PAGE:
Materials and Methods

1. Patients

We retrospectively reviewed all the patients who were diagnosed with degenerative lumbar spinal disease and underwent TLIF with posterolateral instrumentation, with or without additional dynamic instrumentation of the adjacent superior segment to the TLIF level (topping-off technique) between January 2012 and December 2018 in Hospital Clinic of Barcelona. For the present study, the following inclusion criteria were applied: (1) axial pain or radicular symptomatology of lumbar spine origin, (2) single- or two-level lumbar fusion, (3) intervertebral disc degeneration of adjacent segment to the fusion surgery ≥2 as per the UCLA grading scale for intervertebral disc degeneration [4] or Pfirrmann [5] ≥2 on magnetic resonance imaging (MRI), and (4) unsuccessful conservative therapy for >6 months. Patients with preoperative Oswestry Disability Index (ODI) ≤20, prior history of osteoporosis or metabolic bone disease, lumbar vertebral fracture adjacent to fusion levels, or follow-up <24 months were excluded. We recorded data regarding demographic characteristics (age and sex) and body mass index (BMI). This study was performed as per the ethical standards of the research committees at the Hospital Clinic of the University of Barcelona and the 1964 Helsinki Declaration and its later amendments or comparable ethical standards. Informed consent was obtained from all the enrolled subjects. The institutional ethics and review boards approved the study (register no., HCB/2020/0674).

2. Clinical and radiological evaluation

Clinical preoperative evaluation and surgical outcomes were evaluated using pre- and postoperative ODI [6] and Visual Analog Scale (VAS) for lumbar and radicular pain. Data were collected preoperatively; 1, 3, 6, and 12 months postoperatively; and yearly thereafter. Data regarding surgical complications and reoperation rates were also reviewed.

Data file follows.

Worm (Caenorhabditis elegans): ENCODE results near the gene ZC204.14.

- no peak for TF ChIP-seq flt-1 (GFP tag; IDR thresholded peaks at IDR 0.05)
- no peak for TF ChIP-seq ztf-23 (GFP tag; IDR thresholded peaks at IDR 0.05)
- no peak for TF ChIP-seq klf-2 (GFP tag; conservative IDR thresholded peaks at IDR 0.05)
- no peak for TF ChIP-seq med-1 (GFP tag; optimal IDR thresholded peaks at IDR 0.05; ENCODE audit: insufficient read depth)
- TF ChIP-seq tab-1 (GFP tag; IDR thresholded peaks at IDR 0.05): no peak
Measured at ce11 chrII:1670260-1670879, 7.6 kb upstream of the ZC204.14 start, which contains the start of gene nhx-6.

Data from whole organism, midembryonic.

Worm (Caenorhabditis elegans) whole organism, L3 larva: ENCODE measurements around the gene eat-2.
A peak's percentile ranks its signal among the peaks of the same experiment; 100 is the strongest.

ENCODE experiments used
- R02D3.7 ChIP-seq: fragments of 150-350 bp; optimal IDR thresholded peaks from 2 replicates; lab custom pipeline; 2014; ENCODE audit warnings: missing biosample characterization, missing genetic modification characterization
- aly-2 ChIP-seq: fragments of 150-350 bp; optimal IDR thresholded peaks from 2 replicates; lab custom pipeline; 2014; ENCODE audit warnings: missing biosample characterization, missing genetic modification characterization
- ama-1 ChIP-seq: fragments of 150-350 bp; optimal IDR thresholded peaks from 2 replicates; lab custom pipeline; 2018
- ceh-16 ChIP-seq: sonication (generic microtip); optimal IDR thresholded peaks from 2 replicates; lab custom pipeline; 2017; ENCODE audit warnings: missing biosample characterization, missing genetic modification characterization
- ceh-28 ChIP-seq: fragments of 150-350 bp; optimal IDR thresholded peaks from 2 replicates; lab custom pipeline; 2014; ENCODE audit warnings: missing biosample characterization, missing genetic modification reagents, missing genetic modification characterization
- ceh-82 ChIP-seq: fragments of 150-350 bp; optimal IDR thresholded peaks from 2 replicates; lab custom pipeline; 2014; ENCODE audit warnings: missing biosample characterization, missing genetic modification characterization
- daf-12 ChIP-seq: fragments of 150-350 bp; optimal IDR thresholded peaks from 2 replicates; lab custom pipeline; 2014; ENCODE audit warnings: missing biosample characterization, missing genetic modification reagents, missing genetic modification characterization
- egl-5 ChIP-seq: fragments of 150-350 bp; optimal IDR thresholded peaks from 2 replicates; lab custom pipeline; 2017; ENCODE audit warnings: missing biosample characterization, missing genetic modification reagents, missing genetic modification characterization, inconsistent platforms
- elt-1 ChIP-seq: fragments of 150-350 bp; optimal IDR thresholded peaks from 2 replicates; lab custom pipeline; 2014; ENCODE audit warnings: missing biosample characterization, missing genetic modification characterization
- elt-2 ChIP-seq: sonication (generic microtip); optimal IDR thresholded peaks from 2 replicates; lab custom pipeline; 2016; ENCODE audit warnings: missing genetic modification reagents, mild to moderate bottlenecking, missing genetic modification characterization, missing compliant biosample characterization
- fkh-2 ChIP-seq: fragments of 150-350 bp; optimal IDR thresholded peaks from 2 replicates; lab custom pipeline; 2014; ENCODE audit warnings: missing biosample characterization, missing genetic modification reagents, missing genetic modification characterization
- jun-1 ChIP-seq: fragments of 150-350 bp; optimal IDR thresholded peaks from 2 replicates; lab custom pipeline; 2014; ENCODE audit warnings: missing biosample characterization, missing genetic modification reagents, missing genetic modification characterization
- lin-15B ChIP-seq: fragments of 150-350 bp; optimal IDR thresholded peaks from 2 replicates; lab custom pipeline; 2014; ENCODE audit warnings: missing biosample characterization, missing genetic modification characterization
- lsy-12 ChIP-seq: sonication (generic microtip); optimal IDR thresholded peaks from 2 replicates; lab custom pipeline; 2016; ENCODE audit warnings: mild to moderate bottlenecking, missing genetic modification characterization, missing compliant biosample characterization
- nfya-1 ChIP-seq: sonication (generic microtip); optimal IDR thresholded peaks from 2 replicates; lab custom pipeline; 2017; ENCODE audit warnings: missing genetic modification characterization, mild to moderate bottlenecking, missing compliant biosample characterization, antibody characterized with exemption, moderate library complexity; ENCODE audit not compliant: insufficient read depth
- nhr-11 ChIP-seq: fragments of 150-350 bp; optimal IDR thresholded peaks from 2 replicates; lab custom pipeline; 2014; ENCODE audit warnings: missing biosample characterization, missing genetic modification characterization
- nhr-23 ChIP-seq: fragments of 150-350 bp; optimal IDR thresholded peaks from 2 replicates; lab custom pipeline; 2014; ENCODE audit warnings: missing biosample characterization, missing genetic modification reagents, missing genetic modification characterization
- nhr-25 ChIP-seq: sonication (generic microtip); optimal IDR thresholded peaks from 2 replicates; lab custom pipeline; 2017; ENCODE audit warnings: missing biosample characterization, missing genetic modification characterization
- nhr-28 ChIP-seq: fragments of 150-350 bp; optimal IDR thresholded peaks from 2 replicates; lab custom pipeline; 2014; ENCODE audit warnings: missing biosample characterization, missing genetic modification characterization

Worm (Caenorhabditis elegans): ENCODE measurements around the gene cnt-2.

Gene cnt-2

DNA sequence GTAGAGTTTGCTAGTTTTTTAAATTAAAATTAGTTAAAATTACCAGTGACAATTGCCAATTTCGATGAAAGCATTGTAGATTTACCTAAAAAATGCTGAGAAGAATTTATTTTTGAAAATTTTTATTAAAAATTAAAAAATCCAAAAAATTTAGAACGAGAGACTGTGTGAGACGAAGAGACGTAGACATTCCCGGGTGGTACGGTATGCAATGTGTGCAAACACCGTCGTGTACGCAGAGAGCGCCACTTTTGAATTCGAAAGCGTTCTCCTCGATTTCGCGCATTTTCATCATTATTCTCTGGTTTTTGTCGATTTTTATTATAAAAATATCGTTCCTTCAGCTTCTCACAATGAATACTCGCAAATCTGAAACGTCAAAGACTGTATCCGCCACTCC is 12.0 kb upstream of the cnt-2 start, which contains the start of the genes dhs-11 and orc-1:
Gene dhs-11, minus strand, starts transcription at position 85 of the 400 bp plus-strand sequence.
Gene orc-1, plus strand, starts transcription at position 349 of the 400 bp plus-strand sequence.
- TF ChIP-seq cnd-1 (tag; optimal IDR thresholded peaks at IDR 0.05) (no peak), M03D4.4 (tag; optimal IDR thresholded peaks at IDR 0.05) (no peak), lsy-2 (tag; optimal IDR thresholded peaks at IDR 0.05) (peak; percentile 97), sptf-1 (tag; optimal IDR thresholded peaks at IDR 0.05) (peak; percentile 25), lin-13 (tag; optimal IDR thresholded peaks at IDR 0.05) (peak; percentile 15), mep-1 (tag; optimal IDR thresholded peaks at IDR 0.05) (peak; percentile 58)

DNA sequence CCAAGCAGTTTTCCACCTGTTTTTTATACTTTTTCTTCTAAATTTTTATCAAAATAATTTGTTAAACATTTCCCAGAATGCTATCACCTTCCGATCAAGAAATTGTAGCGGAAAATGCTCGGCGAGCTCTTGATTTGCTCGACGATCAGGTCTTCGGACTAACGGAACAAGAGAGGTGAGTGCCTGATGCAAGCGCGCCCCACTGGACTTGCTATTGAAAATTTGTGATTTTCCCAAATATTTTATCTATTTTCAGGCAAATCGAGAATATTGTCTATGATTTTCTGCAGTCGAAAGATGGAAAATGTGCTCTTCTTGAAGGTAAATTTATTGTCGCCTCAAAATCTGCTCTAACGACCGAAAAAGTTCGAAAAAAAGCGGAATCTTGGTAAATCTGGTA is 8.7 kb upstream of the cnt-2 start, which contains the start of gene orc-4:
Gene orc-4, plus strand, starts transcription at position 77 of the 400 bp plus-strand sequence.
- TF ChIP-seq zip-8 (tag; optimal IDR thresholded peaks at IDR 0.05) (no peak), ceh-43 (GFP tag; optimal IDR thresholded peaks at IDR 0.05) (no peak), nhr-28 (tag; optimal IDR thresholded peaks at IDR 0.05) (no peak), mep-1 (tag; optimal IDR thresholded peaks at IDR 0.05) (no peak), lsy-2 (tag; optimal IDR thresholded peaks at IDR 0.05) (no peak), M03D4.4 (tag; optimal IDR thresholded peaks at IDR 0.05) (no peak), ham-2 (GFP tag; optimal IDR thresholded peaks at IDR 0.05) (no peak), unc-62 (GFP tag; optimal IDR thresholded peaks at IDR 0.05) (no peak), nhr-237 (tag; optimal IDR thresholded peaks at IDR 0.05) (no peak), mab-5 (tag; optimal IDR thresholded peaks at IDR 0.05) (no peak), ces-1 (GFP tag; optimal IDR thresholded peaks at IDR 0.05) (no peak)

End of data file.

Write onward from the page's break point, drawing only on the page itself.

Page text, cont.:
All the patients were preoperatively assessed using standing and dynamic lumbar radiography and lumbar MRI with 1.5T equipment. For postoperative evaluations, lumbar radiographs were obtained at every follow-up consultation. MRI was performed only in cases of symptom recurrence. Adjacent segment was considered the segment superior to the fused level or the segment included with dynamic instrumentation if the topping-off technique was used; supra-adjacent segment was considered the lumbar segment superior to the adjacent segment (Fig. 1A). Pfirrmann [5] and Modic [7] scales were used for analyzing preoperative lumbar disc degeneration and endplate changes, respectively. Lumbar lordosis (L1–S1 Cobb’s angle), pelvic incidence, pelvic tilt, sacral slope, segmental angulation (segmental Cobb’s angle), intersomatic disc height, and UCLA grade for intervertebral disc degeneration were measured preoperatively and during the follow-up period in affected, adjacent, and supra-adjacent segments [4]. The criteria for postoperative diagnosis of ASDe in adjacent and supra-adjacent segments were as follows: (1) disc height decrease ≥25%, (2) disc wedging >5º, and (3) worsening in UCLA grading scale for intervertebral disc degeneration [8,9]. A diagnosis of ASDi was established in patients with proven radiological progression of ASDe and worsening of follow-up ODI >30 or lumbar/radicular pain with VAS score >5 at the final clinical evaluation.

3. Surgical technique